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Campus Police Leadership

April 10, 2019

Dear students, staff and faculty:

In recent weeks, members of our campus community have voiced a lack of trust in recently appointed Campus Police Chief Daniel Hect, who leads campus police at Smith and Mount Holyoke colleges. Similar concerns have been raised at Mount Holyoke. In light of these concerns, the colleges have placed Chief Hect on administrative leave.

Deputy Campus Police Chief Ray LaBarre has been appointed Acting Chief of Campus Police, a leadership role he has previously held.  

We are working together with Mount Holyoke on next steps. I pledge to keep the campus community informed.

Sincerely,

Kathleen McCartney
President


FAQ

Q: Was Daniel Hect placed on administrative leave because of his social media posts or political beliefs? 
A: No. Daniel Hect was not placed on leave because of social media activity or personal politics.

Q: Was Daniel Hect fired?
A: No. Daniel Hect is on paid administrative leave pending a review by both campuses.

Q: Who employs Smith and Mount Holyoke’s Campus Police Department?
A: While all Campus Police officers and staff are employees of Mount Holyoke College, they are supervised jointly by Mount Holyoke and Smith colleges in the provision of safety and dispatch services to both campuses. 

Q: What role does each college have in the hiring process of the Campus Police chief?
A: Like all campus police staff, the chief of Campus Police reports to Mount Holyoke’s Vice President for Finance and Administration and Treasurer. Each campus had representation on the search committee for the chief, providing feedback throughout the process and hosting on-campus interviews with various campus constituents. After consulting with Smith’s Executive Vice President for Finance and Administration, Mount Holyoke’s Vice President for Finance and Administration and Treasurer extended the employment offer to the finalist in accordance with the reporting structure of the department.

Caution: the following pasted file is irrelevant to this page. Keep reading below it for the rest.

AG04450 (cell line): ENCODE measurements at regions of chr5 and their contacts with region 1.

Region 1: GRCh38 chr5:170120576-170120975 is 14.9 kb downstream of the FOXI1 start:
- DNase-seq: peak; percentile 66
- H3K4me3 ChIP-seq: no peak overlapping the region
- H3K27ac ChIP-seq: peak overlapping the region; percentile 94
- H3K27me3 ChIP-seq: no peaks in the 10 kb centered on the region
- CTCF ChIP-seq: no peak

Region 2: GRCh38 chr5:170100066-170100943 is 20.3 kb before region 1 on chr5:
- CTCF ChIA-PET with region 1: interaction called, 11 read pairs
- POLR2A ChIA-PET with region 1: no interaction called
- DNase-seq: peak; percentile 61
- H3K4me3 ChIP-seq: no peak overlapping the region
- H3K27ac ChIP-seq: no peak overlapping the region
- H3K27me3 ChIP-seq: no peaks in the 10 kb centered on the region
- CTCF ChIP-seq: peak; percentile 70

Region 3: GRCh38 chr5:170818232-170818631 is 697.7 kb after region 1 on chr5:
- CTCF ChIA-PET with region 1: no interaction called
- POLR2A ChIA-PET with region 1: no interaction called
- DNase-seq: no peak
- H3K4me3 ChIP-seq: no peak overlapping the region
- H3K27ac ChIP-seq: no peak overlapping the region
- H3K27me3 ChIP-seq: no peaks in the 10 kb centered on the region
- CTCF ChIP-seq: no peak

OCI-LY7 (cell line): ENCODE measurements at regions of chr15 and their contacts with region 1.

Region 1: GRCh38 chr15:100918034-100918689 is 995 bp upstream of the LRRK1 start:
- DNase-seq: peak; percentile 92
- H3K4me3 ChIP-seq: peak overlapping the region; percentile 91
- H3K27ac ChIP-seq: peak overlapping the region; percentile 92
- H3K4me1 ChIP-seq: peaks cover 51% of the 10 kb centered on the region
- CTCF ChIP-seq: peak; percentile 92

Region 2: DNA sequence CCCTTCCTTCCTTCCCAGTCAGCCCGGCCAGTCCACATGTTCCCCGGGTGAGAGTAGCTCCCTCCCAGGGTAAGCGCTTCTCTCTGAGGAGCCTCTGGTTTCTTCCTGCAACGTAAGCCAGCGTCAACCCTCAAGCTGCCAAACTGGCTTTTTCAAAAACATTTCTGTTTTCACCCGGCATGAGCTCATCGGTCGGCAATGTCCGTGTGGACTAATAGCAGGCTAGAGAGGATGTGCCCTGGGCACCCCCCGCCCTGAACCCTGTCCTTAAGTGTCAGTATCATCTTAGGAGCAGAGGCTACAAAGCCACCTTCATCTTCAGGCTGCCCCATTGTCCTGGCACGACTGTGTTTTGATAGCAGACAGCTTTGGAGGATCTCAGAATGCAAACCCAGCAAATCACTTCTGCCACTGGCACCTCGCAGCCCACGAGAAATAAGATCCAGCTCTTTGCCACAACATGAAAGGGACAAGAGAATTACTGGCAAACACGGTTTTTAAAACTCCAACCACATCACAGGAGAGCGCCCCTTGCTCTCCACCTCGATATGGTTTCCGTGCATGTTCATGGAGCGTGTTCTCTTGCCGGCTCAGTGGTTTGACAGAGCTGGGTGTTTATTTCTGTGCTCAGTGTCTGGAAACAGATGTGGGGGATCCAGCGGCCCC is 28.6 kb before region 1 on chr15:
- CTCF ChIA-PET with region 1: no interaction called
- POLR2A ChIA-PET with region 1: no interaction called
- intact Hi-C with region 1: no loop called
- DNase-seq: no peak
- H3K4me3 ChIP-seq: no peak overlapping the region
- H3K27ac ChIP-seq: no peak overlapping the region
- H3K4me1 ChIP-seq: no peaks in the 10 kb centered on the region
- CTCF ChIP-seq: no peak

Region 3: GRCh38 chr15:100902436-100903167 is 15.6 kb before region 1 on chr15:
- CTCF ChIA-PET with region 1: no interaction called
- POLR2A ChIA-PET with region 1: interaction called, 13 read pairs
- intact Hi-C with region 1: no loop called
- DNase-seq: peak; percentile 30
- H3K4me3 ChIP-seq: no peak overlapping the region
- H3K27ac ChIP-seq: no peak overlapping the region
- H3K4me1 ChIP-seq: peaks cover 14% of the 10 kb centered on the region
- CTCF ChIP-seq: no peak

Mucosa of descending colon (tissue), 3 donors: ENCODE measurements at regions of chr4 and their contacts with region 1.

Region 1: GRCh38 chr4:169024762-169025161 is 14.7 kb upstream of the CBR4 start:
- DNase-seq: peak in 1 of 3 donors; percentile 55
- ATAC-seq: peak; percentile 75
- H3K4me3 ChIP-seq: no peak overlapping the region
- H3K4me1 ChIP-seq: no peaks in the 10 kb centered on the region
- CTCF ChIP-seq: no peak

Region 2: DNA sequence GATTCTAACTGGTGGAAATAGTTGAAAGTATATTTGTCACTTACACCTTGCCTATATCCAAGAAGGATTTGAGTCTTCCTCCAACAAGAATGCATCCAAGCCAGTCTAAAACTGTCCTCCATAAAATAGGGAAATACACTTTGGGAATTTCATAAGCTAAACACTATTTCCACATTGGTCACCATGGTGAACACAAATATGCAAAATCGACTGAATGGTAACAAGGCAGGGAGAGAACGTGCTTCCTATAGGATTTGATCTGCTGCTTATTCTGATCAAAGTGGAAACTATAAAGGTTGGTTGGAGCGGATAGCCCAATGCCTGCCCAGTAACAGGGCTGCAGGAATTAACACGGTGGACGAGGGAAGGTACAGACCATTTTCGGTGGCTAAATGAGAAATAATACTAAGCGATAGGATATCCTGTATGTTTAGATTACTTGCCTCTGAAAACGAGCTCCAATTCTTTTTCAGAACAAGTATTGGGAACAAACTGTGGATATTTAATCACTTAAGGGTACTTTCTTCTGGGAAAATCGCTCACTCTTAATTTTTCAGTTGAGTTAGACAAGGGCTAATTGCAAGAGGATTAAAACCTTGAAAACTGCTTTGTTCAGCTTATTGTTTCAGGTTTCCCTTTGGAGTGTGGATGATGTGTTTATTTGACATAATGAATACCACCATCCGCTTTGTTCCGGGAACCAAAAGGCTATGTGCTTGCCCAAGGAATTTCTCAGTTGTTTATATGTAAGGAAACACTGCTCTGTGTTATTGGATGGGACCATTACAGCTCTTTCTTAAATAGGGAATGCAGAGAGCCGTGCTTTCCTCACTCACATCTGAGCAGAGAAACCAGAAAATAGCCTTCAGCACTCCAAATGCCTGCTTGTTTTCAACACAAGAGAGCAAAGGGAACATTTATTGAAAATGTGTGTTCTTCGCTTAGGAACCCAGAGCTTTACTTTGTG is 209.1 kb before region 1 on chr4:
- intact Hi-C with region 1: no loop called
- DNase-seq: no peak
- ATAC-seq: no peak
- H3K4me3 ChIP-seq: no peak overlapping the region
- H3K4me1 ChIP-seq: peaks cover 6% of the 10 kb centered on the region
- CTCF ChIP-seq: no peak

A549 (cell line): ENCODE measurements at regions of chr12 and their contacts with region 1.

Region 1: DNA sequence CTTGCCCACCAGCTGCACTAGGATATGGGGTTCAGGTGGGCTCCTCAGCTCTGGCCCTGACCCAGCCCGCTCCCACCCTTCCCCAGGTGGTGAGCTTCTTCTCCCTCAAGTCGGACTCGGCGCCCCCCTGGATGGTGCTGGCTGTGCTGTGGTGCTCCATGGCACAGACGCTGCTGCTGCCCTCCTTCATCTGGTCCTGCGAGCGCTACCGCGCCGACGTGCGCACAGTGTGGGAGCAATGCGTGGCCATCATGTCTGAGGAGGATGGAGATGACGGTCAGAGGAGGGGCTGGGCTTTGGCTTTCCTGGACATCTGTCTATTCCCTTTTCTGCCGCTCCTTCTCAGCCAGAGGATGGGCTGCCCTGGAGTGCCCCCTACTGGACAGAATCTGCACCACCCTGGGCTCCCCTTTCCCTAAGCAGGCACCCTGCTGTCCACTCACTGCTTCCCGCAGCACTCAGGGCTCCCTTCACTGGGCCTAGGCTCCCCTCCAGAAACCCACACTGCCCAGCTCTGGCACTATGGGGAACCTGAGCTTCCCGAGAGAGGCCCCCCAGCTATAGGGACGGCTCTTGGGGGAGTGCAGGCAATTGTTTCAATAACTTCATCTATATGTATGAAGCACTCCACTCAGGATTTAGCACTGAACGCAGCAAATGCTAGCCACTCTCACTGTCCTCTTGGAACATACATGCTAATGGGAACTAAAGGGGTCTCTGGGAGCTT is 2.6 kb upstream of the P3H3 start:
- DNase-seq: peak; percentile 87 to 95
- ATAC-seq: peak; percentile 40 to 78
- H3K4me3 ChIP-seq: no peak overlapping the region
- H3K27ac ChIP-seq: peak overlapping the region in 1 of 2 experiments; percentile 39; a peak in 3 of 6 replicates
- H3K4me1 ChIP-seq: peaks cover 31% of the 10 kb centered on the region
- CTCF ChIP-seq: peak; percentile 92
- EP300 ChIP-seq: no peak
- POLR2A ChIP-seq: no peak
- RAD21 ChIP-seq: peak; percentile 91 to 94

Q: Do Smith or Mount Holyoke colleges take political beliefs or personal views expressed through social media into account in the hiring process?
A: No. Hiring decisions are based on the ability of a candidate to fulfill the roles and requirements of the job description and, for all Smith College employees, a full background check.

Q: Were the colleges aware of the employee’s social media posts before he was hired? Is social media part of a standard legal background check?
A: It has not been Smith’s practice to review applicants’ social media.

Q: Will Smith College revisit its hiring policies in light of this incident?
A: Smith continually reviews its hiring practices to ensure they are aligned with best practices.

Q: Were media barred from Inclusion in Action?
A: In advance of April 10, the Inclusion in Action Steering Committee, comprising students, staff and faculty, endorsed the following statement, which is consistent with the approach other institutions have taken around similar events.

The events of April 10 are limited to Smith College students, faculty and staff. Therefore:

Photography and reporting (including photography and reporting by student media) are allowed at the opening and closing keynote events, pending advance approval by the speakers. (Please note, however, that the keynote speakers’ contracts prohibit recording of these events.)

In order to protect confidentiality and create open environments for dialogue, photography, recording and reporting are not allowed at any other sessions.

Q: Are there ways for students to be involved in matters related to Campus Police?
A: Students have been invited to join a Community Advisory Committee that will serve as a liaison group between students and campus police.